Miri Ben-Ari -- who has collaborated with artists like Kanye West, Jay Z and Alicia Keys -- plays the violin. She has worked with artists in all genres of music, from soul to jazz, to hiphop and R&B, pop and dance music. She doesn't just produce beautiful music: She also won a Grammy and was honored at the White House by the president and first lady. She focuses on and her essence is, a deep commitment to equality and freedom, and she combines it with a conviction that music can heal the world. Her mission to educate is born of her personal history. Ben-Ari said in an interview that it was on her 12th birthday that she found out the horrible truth about the Holocaust -- this after years of silence from her family.
My grandparents never spoke about the Holocaust except just one time, when I was 12 years old interviewing them for my school's family tree project. Their painful stories, among those of many others, made me realize that people, under certain circumstances, are capable of turning into inhumane monsters.
Ben-Ari is still haunted by a story her grandmother told her about a girl who lived in her grandmother's hometown in Poland. "She told me about a young girl who played the violin just like me, but the Nazis then cut her hands off," Ben-Ari said. "Sometimes, I think that is why I play the violin -- for that little girl."
I heard a beautiful song by Miri and knew I wanted to paint her. Then I heard her story and knew I had to paint her.
In this day and age a musician is the subject of countless publicity photos taken by skilled photographers who answer to strict commercial demands. In Miri's case, their aim is to publicize her amazing blend of classical violin and hip-hop. She can give a hip-hop beat a classical spin that takes it to another dimension at once powerful and on a new frequency. It's not that the music leaves the street, it doesn't, it's not that it doesn't still move your body, it does, and it does in a deeply sensual and visceral way. The photographer is all about that -- the product, all about the glamorous side. Painting is a historical act. You don't shoot a painting: You build a painting stroke by stroke, and the sitter participates even if s/he doesn't know it or acknowledge it. In a way being a painter today is Shakespearean in the sense Delmore Schwartz expressed it:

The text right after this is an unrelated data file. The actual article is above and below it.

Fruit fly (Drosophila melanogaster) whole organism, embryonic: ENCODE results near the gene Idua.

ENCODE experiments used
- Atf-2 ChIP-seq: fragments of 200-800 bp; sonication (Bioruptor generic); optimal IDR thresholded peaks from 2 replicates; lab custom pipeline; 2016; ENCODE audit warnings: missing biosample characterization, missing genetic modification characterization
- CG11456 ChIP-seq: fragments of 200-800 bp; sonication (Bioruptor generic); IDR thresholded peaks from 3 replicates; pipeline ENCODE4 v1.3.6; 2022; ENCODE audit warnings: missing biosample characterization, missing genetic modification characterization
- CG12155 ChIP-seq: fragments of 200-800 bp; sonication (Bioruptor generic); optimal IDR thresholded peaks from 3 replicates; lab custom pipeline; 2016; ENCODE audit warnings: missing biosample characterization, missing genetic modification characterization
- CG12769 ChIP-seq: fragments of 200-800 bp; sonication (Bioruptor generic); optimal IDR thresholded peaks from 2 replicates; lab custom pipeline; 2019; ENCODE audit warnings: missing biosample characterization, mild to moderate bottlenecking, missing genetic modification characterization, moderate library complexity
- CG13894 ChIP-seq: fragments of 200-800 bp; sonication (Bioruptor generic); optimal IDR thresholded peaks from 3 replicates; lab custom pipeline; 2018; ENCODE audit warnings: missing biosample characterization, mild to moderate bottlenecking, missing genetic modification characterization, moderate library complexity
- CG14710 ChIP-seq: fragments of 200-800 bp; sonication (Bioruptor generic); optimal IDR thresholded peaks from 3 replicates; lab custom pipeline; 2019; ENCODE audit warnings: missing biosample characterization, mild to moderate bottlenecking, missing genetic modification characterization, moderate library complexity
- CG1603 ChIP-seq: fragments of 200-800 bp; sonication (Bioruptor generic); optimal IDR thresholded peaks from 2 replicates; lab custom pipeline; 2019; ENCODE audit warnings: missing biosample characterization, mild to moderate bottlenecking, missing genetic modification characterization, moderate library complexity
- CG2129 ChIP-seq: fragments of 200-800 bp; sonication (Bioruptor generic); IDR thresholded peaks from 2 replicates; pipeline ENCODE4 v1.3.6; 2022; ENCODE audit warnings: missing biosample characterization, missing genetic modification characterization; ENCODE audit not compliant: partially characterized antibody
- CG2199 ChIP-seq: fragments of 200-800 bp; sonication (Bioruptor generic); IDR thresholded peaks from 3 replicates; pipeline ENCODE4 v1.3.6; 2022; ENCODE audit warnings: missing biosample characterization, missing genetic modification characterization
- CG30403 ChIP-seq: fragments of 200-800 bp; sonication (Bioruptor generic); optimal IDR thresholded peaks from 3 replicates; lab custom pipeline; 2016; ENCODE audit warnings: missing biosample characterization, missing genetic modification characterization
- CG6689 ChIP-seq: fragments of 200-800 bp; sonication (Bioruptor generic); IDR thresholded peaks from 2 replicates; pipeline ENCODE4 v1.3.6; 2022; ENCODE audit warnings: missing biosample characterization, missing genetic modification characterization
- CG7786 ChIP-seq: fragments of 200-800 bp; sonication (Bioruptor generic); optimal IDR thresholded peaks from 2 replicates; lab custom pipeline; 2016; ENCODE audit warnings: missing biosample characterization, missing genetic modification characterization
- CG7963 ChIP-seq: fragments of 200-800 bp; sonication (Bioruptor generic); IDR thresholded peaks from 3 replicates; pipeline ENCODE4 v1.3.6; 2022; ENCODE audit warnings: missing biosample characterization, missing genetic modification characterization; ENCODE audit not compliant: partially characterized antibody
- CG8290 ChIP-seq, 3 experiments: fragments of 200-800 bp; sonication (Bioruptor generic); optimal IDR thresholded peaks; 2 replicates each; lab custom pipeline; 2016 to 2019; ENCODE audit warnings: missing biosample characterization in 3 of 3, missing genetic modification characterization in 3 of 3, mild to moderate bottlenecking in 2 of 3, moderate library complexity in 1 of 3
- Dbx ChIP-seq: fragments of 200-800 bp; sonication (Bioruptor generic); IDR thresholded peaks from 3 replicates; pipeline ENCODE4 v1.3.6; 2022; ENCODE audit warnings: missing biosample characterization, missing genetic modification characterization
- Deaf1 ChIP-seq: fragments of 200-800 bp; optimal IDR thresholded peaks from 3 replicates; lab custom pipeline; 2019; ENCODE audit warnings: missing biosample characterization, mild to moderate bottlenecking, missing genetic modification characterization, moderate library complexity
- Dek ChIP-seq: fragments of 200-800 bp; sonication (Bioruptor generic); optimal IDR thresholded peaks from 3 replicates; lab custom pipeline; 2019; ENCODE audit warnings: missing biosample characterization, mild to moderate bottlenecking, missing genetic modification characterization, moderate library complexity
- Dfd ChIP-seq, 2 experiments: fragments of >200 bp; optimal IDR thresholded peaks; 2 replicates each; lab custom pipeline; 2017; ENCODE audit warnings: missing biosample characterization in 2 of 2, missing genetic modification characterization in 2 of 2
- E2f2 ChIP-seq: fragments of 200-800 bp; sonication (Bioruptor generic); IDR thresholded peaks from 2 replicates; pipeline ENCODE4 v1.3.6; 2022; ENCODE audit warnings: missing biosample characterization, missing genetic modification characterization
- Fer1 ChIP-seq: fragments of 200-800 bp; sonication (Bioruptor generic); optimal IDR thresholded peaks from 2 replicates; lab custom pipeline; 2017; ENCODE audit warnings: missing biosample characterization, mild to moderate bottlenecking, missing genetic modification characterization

Welcome strangers, but study daily things,
Knowing that heaven and hell surround us,
But this, this which we say before we're sorry,
This which we live behind our unseen faces,
Is neither dream, nor childhood, neither
Myth, nor landscape, final, nor finished,
For we are incomplete and know no future,
And we are howling or dancing out our souls
In beating syllables before the curtain:
We are Shakespearean, we are strangers.
I want to feel the subjects' history and paint their inner complexity and mystery, and perhaps even the confusion a person has in the face of a disturbing past and portraying the drama of who they are. Miri Ben-Ari walked into my studio, sat down and allowed me to see her that way, to paint her, to paint my feelings about her grandmother who shared the horror of my own parents. I tried to paint Miri Ben-Ari as I felt her trying to heal the world with beauty, music and a commitment to education! Thank you Miri Ben-Ari, I hope you change the world, you already have!
At present, Miri Ben-Ari is a Global Brand Ambassador for Harman Kardon, and Goodwill Ambassador of Music for the United Nations Associations of Brazil.